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Copyright 2001 Boston Herald Inc.  
The Boston Herald

September 11, 2001 Tuesday ALL EDITIONS


LENGTH: 672 words

HEADLINE: FCC ruling could lead to consolidations

By GREG GATLINOpponents of easing limits on media ownership predict "a bloody battle" as federal regulators take up a review Thursday of long-standing restrictions on owning newspapers and broadcast outlets in the same market.

Figurative bloody battle predictions, however, may amount to little more than hot air, in light of a Republican-dominated Federal Communications Commission, whose chairman has already questioned the validity of the restrictions. And federal judges are taking an increasingly hostile view of government limits on media ownership.

FCC commissioners Thursday are slated to address the controversial 26-year-old ban on common ownership of newspapers and broadcast stations in the same geographic area. A proposed rulemaking notice will kick off the review.

Possible results range from total retention of the restrictions, to total elimination, to something in between. The rulemaking notice sets the stage for public comments to the FCC.

Some predict easing the rule would trigger a new media consolidation wave, with publishers and broadcasters merging or swapping holdings to bulk up in geographic markets.  

Jeff Chester, executive director with the Center for Digital Democracy, says keeping the current restrictions in place is "worth fighting for."

"We're organizing a campaign with other consumer groups to preserve these rules," Chester said. "There's going to be a bloody battle over these rules."

Chester said the cross-ownership ban, along with other government restrictions on media ownership, are aimed at restraining a single company from gaining too much political power in a community. "The end result of eliminating all these rules will mean one company can own several TV stations, most of the radio stations, the cable system and a newspaper in a single town."

But FCC Chairman Michael Powell has said he's skeptical of blanket limits on media ownership, suggesting they violate First Amendment protections and do little to promote diversity.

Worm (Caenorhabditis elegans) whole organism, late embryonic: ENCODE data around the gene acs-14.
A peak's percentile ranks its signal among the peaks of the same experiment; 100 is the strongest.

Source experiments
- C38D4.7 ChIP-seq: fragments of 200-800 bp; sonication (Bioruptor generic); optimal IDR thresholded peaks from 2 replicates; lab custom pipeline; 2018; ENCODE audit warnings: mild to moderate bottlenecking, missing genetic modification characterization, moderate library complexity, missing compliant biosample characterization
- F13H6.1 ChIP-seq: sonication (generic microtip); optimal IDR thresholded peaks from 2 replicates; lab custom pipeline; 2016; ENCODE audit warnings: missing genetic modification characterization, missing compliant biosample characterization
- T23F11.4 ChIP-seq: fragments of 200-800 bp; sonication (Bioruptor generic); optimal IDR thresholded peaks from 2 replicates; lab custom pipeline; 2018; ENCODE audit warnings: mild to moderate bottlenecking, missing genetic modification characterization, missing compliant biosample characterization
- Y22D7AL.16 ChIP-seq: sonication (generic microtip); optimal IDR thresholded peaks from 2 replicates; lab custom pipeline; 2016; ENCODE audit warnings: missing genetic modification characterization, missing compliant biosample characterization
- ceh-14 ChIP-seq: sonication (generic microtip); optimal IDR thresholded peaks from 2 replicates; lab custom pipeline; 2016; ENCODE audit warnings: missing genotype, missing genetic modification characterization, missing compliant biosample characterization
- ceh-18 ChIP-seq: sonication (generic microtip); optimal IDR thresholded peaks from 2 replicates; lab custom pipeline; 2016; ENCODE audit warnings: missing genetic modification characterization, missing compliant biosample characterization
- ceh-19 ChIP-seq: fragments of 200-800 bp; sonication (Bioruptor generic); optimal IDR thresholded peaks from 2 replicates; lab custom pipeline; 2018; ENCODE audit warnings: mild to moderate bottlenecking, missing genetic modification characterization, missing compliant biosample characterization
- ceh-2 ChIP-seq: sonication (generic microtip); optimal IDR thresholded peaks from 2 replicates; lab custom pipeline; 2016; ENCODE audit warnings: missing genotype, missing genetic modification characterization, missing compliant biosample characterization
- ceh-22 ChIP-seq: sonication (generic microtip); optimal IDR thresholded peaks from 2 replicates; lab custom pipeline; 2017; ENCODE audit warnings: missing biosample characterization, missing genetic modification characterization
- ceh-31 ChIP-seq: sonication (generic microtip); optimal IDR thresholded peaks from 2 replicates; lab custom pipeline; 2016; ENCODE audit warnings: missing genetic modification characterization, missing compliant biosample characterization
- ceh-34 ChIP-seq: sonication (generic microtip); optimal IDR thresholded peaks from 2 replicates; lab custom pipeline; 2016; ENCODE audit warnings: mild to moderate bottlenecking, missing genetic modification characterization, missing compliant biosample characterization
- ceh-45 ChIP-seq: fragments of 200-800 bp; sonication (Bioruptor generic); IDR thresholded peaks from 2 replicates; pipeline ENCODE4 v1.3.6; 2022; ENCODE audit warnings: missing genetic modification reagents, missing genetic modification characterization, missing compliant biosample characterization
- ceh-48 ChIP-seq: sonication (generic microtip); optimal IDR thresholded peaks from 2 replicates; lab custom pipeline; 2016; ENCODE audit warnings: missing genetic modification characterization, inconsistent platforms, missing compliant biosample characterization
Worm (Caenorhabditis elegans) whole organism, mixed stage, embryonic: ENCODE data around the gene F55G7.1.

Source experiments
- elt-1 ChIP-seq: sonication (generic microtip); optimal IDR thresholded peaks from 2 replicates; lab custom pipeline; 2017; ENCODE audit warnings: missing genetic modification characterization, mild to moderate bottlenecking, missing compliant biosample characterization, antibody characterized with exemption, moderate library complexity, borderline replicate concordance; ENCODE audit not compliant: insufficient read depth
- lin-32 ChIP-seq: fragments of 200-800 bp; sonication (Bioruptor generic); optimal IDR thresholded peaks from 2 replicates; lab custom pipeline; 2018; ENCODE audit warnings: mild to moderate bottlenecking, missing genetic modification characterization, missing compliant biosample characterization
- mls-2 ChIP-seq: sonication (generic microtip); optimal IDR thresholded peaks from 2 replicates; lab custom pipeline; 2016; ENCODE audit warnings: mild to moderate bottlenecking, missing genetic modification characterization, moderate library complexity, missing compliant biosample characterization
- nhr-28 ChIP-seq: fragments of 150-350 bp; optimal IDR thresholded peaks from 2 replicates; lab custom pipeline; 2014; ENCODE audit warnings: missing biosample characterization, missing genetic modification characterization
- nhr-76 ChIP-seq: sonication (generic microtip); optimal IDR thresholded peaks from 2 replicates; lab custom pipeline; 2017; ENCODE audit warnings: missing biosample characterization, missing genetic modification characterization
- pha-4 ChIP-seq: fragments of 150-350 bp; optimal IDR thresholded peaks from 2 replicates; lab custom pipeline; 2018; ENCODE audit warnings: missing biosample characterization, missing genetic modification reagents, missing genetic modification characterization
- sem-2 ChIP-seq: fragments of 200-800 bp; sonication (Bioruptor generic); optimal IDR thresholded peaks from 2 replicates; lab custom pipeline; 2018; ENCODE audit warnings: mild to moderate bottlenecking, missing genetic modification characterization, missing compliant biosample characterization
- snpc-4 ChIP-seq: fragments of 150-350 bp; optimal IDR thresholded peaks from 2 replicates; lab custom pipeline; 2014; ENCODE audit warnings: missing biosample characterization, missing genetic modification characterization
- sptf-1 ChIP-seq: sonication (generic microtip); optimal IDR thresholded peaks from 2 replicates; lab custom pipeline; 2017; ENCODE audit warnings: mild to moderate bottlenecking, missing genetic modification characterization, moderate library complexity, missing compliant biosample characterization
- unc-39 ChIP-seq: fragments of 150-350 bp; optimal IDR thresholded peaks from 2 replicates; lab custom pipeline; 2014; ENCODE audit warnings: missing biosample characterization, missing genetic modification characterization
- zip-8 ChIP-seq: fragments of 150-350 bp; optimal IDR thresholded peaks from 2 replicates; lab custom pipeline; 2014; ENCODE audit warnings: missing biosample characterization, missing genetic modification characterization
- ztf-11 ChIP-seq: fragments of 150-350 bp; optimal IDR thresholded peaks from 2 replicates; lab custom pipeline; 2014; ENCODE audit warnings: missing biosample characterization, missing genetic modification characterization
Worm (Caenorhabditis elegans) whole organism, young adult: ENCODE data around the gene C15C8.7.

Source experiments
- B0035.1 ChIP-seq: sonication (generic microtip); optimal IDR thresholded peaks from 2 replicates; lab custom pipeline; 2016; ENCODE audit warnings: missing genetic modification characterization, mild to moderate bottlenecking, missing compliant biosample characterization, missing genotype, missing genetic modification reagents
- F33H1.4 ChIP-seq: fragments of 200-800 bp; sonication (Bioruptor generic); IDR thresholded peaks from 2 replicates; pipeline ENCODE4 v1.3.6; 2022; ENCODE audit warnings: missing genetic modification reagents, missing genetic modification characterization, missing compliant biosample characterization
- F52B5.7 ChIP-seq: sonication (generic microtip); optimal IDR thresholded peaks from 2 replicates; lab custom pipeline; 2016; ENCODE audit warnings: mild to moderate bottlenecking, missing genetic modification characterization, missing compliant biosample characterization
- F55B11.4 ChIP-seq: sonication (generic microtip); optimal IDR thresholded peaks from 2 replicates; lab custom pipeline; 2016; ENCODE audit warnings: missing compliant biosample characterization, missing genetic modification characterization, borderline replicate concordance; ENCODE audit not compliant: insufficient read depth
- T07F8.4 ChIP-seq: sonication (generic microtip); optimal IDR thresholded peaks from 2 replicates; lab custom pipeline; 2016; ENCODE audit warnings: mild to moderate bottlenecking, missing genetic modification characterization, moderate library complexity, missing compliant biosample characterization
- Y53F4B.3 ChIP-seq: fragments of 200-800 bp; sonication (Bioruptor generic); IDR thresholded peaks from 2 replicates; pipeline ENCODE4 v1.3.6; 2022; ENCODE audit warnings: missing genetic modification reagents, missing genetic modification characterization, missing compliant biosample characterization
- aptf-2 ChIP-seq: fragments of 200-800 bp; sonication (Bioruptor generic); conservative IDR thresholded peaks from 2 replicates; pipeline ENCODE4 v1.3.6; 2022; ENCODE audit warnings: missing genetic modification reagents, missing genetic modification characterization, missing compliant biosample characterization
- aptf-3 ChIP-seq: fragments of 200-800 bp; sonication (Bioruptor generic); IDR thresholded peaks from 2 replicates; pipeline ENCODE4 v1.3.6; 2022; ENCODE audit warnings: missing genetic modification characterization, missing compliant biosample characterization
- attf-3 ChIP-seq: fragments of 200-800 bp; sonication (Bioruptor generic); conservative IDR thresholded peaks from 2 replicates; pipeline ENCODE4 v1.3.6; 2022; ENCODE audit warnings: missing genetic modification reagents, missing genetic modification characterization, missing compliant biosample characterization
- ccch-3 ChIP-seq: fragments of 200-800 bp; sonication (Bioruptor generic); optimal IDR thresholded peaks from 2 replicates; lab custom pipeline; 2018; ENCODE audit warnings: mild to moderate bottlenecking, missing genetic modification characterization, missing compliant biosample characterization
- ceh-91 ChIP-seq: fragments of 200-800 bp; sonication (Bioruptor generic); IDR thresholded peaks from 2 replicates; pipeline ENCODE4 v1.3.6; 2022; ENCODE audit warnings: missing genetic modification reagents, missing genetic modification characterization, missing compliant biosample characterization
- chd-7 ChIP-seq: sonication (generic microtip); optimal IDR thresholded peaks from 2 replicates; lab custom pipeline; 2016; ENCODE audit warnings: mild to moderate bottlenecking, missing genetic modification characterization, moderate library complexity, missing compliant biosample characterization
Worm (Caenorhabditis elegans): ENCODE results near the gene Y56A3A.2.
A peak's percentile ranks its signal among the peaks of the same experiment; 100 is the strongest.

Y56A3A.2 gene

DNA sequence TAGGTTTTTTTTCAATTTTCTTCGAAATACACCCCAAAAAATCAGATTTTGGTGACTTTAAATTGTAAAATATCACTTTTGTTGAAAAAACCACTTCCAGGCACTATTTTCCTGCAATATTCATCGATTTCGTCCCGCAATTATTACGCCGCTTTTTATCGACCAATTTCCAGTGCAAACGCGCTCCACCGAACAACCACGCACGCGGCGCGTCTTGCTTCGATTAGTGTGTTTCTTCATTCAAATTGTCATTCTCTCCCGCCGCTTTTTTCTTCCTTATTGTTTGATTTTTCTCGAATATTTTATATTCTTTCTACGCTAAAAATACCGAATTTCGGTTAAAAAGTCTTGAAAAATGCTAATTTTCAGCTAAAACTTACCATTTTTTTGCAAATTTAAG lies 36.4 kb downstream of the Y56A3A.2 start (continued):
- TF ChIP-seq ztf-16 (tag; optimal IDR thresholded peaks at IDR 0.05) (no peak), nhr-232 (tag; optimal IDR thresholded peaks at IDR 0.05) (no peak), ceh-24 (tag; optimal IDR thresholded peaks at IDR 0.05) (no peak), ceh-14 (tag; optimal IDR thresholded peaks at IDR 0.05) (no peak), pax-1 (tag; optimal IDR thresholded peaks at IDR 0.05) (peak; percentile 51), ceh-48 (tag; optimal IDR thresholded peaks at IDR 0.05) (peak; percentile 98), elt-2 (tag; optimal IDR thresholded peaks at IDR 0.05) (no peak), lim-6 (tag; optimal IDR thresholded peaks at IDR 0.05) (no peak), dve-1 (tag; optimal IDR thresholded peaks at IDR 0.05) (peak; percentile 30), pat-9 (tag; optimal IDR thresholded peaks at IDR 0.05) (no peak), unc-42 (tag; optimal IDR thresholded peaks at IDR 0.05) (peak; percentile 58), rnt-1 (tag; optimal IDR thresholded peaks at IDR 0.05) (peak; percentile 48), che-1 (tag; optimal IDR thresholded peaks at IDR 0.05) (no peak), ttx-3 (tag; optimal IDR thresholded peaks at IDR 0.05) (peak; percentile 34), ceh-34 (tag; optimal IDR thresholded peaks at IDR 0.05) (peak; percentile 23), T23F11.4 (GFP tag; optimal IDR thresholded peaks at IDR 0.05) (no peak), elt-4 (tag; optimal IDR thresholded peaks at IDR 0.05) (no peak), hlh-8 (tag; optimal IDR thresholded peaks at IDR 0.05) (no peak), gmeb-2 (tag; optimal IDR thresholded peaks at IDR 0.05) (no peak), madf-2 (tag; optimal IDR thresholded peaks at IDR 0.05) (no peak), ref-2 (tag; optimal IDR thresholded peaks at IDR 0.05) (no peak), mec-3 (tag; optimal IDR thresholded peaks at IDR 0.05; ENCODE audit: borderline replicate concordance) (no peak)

Meanwhile, federal appeals judges last week took a harsh tone toward other media ownership limits, including one that prevents a television network from owning stations reaching more than35 percent of U.S. households.

Richard Wiley, a former FCC chairman who now represents the newspaper industry, says current limits have kept newspapers on the sidelines as other media have  consolidated. "With all the voices that you have     it's very hard for anybody to control the communications universe today. That's the case we have to make," he said.

Graphic: New media ownership rules coming?

The FCC on Thursday is expected to discuss easing limits that have been in place for 26 years that restrict a person or company from owning newspapers and broadcast outlets in the same market.

** Federal Communications Commission Commissioners

* Michael K. Powell, chairman


sworn in: November 3, 1997

Former Department of Justice Antitrust Division chief of staff.

Powell has said he's skeptical of blanket limits on media ownership, and has questioned whether current rules actually succeed in producing diversity of views. He's questioned the validity of the newspaper-broadcast cross-ownership rule.

** Commission members:

* Kathleen Q. Abernathy


Sworn in May 31, 2001.

Former director for government affairs at BroadBand One Inc., and a former partner in the Washington law firm of Wilkinson Barker Knauer LLP.

* Michael J. Copps


Sworn in May 31, 2001.

Former Assistant Secretary of Commerce for Trade Development at the U.S. Department of Commerce. Former staffer for U.S. Sen. Ernest F. Hollings (D-S.C.), a staunch backer of keeping FCC ownership rules in place.

* Kevin J. Martin


Sworn in July 3, 2001.

Former Special Assistant to the President for Economic Policy. Served on the Bush-Cheney Transition Team and was Deputy General Counsel for the Bush campaign. Former advisor to FCC Commissioner Harold Furchtgott-Roth.


LOAD-DATE: September 11, 2001

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